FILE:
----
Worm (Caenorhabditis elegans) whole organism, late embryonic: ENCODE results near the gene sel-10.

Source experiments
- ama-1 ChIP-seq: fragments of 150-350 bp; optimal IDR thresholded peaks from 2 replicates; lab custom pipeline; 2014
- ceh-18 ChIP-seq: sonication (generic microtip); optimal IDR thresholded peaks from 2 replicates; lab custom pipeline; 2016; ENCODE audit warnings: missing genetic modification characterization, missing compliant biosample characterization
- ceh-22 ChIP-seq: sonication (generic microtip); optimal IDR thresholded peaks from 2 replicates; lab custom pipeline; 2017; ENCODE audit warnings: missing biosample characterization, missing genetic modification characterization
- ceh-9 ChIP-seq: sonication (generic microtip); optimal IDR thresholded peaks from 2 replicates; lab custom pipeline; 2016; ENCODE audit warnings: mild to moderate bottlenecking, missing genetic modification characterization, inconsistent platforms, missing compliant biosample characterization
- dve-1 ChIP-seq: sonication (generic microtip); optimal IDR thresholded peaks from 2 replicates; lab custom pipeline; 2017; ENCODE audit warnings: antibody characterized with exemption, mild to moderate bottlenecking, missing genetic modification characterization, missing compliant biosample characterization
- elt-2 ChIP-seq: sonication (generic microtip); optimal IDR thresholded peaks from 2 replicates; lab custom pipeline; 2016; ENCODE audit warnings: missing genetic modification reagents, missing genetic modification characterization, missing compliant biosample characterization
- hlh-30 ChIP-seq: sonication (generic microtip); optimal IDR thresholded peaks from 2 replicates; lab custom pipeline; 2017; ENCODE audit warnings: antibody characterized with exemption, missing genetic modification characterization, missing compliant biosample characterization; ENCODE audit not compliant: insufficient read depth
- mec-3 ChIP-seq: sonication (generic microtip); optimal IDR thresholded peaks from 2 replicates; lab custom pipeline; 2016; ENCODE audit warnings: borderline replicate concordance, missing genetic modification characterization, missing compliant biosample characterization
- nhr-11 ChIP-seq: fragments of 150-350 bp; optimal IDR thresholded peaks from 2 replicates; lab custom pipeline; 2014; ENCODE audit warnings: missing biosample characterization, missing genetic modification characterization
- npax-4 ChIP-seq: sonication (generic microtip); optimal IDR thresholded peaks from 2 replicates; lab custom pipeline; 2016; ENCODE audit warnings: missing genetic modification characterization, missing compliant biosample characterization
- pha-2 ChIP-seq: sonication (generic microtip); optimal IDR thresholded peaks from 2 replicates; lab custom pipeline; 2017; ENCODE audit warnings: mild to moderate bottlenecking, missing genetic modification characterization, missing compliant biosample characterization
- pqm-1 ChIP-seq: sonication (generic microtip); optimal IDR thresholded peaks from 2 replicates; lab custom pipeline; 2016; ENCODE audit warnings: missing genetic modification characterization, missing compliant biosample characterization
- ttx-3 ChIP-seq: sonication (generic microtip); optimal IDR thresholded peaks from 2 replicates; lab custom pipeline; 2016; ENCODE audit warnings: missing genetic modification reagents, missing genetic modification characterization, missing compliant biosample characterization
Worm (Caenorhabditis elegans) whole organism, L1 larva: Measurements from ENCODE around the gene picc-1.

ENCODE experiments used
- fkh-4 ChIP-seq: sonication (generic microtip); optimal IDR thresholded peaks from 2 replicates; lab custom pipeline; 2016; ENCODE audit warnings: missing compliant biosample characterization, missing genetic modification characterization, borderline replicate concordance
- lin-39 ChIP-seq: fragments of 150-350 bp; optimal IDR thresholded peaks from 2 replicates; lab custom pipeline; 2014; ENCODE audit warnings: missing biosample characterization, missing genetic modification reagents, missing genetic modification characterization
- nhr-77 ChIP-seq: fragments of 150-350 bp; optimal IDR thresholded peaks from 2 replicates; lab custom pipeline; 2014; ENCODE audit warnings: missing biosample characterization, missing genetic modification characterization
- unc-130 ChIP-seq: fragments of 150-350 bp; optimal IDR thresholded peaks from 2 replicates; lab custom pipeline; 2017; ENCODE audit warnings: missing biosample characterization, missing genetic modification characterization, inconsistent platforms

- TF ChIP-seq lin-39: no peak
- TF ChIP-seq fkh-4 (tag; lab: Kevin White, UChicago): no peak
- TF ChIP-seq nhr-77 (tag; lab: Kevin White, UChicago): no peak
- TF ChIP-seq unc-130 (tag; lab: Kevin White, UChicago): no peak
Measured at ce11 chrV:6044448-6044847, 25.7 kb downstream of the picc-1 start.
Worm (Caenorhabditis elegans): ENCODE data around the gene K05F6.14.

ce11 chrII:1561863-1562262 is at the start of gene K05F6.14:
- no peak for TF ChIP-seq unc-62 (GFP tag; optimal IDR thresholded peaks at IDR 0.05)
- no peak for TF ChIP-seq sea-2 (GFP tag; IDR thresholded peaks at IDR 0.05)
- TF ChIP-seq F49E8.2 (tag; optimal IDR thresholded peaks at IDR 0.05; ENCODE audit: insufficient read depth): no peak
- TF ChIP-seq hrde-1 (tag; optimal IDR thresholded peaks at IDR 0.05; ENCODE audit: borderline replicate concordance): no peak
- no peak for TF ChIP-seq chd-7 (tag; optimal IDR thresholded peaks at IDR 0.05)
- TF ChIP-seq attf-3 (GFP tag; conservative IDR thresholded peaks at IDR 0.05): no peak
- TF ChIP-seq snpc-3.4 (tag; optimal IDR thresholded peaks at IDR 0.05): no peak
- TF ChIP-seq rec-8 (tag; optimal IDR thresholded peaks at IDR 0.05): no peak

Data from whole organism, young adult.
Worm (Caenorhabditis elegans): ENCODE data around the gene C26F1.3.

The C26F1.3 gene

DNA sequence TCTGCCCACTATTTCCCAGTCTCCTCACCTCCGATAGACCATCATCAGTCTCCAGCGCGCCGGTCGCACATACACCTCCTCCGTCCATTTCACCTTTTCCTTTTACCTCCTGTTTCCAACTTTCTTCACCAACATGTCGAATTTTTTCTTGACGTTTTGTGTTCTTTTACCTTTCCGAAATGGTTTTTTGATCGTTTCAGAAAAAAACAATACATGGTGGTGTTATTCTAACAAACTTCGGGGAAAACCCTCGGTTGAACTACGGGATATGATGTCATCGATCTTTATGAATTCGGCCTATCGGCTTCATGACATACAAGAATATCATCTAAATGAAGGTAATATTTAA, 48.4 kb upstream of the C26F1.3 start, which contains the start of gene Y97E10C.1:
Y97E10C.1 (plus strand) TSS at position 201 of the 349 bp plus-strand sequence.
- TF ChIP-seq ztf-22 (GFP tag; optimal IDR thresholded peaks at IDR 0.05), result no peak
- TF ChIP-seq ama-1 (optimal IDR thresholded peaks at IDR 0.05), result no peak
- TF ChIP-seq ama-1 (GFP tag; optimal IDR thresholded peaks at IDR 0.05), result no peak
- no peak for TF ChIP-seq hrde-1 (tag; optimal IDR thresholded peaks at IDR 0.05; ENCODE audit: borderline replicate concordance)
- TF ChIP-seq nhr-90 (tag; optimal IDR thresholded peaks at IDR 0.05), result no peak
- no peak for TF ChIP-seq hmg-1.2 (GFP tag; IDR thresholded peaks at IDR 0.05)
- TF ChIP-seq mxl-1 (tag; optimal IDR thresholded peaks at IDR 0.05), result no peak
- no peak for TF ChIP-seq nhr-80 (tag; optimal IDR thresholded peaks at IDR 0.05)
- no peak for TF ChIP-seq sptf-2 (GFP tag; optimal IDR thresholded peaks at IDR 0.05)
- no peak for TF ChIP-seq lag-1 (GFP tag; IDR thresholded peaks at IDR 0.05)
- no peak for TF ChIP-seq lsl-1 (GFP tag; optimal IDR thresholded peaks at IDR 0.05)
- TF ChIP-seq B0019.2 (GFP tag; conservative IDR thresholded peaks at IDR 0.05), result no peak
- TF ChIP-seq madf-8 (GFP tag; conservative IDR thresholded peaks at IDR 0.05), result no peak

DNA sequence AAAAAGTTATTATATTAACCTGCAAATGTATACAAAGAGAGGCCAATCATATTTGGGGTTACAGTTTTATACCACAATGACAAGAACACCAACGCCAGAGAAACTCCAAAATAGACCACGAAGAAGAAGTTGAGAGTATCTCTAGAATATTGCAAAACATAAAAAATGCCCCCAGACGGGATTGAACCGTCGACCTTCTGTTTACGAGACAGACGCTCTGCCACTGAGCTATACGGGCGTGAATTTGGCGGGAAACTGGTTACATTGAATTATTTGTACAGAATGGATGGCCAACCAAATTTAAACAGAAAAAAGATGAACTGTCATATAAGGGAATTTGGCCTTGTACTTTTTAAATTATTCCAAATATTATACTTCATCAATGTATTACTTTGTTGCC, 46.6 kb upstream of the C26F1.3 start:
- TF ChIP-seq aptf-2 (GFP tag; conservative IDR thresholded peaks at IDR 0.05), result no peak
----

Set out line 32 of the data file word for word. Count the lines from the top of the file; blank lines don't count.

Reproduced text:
- TF ChIP-seq hrde-1 (tag; optimal IDR thresholded peaks at IDR 0.05; ENCODE audit: borderline replicate concordance): no peak